multicellular, rooted Viridiplantae + Fungi
The mycorrhizal fungus decomposes and transports mineral nutrients and water from soil into plant root cells much more efficiently than the plant root cell could do itself, while the fungus obtains carbohydrates for energy from the plant's root cells.

rhizobia (singular, rhizobium)
vascular Viridiplantae + nitrogen-fixing Bacteria
The rhizobial bacterium lives in plant root nodules and converts nitrogen gas (N2) from soil air into ammonia (NH3) as a nutrient for the plant, while the bacterium obtains carbohydrates for energy from the plant's root cells.

stony or reef-forming corals
Animalia (anthozoan cnidarians) + dinoflagellates (photosynthetic Alveolata) called "zooxanthellae."
The coral animal provides inorganic nutrients to the alga by capturing and digesting prey and releasing carbon dioxide from tissue respiration, while the alga produces carbohydrates for the animal by photosynthesis. 

termites and ruminant artiodactyls:
Animalia + flagellates (of several kingdoms), ciliates (Alveolata), and bacteria (Bacteria)
Protozoan and bacterial symbionts live in the animal's gut and digest cellulose and lignin for their host, while being maintained in a protected, moist environment and supplied constantly with fresh organic substrate (food) by the animal.  Many other kinds of herbivorous and detritivorous animals also have mutualistic bacteria to aid them in digesting cellulose and synthesizing vitamins and essential amino acids that they cannot synthesize for themselves.  Anaerobic archaeans also live in these gut communities and produce methane, but this chemical does not benefit the other members.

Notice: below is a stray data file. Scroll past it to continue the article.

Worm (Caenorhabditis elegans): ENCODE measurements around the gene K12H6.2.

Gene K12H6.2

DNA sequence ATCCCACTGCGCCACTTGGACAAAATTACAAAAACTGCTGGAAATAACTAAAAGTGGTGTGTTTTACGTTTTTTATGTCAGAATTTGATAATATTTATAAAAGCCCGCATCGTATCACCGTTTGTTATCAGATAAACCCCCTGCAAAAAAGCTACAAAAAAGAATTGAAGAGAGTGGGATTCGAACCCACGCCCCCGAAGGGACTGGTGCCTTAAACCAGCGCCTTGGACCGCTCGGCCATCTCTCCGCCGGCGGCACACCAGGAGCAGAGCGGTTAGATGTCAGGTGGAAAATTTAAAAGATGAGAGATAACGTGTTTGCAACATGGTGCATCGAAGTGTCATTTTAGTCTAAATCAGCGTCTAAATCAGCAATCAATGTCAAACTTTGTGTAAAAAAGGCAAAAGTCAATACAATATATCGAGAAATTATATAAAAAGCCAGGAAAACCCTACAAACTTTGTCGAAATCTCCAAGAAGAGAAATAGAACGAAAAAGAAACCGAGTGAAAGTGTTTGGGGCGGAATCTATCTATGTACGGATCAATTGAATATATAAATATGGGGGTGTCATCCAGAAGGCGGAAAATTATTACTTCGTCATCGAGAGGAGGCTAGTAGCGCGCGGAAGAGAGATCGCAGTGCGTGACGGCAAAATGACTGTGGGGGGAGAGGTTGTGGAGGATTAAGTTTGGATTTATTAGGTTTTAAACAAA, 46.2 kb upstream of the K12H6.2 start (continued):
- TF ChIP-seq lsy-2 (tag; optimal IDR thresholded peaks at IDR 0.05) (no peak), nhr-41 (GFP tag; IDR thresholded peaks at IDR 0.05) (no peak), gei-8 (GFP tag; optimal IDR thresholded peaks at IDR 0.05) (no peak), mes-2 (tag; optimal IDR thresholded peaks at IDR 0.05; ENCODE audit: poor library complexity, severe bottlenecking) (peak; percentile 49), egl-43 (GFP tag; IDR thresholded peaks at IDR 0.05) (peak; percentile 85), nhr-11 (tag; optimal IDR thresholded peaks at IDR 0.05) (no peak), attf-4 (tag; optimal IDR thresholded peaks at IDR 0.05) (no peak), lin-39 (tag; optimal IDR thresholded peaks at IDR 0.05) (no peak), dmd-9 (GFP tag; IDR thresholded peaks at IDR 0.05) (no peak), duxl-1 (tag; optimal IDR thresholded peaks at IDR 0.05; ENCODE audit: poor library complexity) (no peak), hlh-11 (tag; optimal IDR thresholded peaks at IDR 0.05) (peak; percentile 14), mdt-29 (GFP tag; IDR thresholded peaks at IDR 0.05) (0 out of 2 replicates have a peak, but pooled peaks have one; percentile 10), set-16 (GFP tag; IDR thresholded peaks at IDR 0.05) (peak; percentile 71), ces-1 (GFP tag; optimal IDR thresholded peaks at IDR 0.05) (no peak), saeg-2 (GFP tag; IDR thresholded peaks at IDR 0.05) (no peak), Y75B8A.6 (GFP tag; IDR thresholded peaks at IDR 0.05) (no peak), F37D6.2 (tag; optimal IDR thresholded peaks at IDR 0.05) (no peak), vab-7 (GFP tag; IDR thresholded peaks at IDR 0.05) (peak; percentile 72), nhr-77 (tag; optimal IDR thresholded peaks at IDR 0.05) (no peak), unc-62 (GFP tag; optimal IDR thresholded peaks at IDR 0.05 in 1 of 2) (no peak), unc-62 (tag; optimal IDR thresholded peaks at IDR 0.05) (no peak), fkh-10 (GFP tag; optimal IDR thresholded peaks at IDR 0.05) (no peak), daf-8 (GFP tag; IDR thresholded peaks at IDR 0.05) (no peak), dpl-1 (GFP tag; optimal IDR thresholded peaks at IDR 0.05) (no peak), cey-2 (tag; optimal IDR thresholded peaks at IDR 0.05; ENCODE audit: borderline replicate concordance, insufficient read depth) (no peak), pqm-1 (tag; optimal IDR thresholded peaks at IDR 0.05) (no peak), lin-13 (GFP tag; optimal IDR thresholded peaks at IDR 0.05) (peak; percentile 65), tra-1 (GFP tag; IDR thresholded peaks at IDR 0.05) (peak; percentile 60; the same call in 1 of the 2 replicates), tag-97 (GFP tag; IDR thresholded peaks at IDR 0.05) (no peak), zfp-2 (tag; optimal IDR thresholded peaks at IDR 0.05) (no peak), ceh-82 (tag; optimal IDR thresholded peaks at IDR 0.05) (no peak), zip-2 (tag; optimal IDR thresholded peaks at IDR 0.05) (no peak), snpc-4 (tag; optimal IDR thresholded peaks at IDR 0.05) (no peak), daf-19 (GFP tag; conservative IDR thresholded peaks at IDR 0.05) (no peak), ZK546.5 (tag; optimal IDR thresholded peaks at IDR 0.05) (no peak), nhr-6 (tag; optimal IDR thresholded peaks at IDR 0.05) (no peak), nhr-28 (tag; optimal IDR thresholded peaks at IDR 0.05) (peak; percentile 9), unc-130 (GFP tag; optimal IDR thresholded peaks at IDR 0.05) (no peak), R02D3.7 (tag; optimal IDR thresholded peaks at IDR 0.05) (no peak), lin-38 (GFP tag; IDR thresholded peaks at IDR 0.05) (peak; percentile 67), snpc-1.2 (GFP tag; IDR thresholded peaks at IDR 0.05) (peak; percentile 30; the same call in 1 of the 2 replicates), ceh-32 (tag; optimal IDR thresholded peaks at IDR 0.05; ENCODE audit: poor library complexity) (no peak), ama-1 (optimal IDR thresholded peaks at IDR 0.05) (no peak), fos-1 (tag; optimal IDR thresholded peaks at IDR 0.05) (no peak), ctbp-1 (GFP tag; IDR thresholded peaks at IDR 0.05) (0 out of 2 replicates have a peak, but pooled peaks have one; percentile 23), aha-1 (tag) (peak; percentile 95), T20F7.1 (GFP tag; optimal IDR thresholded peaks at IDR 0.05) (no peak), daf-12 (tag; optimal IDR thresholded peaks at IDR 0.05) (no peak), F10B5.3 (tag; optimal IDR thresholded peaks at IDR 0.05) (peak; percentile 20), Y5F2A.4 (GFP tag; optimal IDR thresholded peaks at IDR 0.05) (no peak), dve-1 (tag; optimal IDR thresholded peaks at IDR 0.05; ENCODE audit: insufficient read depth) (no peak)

vent worms
Animalia (Pogonophora, and also a few bivalves and polychaetes) + Archaea (sulfide-oxidizers)
Prokaryotic symbionts live in a special organ of pogonophoran vent worms called the trophosome, which completely replaces the digestive tract of these gutless wonders.  The worm collects the dissolved sulfides (reduced, black sulfur compounds) that issue from submarine vents by using its tentacles with large surface areas and circulating blood containing hemoglobin.  The hemoglobin binds (just as it would to oxygen or carbon monoxide) and partially detoxifies the sulfides, then transports them to the trophosome.  The worm provides a steady supply of inorganic chemical substrate to the chemoautotrophic archaeans, which oxidize it to sulfate and use the released energy to synthesize biochemicals.  Pogonophorans use biochemical secretions and digested cells of archaeans as energy, and may also obtain energy by absorbing soluble biochemicals directly from the mud around them (absorptive heterotrophy).

pollination mutualisms
flowering Viridiplantae and insects, birds and bats (Animalia)
Many flowering plants provide nectar and excess pollen to animals as food, in exchange for the animals' transfer of the otherwise immobile pollen to the stamens of other plants or blossoms for sexual reproduction.  The animals tend to specialize in one particular species of flower, which greatly increases the likelihood that the pollen they carry will reach another plant or flower of the same species, where it can fertilize the ovule.  Some pollination mutualisms are obligatory, while others are more flexible.

seed dispersal mutualisms
seed-bearing Viridiplantae and insects, birds or mammals (Animalia)
Gymnosperms and angiosperms (collectively called spermatophytes) provide excess seeds or nutritious fruit as food for the animals, while the animals may bury some seeds they never recover, or pass undigested seeds through their guts and defecate them in new locations where the plant is likely to be able to germinate and survive, along with a little fertilizer.


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Maintained by Sam Mozley (click to send me E-mail)

Last modified on September 7, 2004